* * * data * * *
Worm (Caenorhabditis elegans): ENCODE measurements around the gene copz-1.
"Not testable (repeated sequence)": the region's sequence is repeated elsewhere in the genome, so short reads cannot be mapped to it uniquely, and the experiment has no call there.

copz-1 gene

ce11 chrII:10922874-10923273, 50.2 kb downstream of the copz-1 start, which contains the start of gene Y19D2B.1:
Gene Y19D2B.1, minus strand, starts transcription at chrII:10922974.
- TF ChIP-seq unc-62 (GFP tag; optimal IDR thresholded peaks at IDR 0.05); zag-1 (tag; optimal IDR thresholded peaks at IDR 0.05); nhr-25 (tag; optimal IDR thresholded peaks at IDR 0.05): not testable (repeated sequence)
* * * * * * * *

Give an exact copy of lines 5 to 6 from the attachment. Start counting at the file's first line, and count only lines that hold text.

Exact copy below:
Gene Y19D2B.1, minus strand, starts transcription at chrII:10922974.
- TF ChIP-seq unc-62 (GFP tag; optimal IDR thresholded peaks at IDR 0.05); zag-1 (tag; optimal IDR thresholded peaks at IDR 0.05); nhr-25 (tag; optimal IDR thresholded peaks at IDR 0.05): not testable (repeated sequence)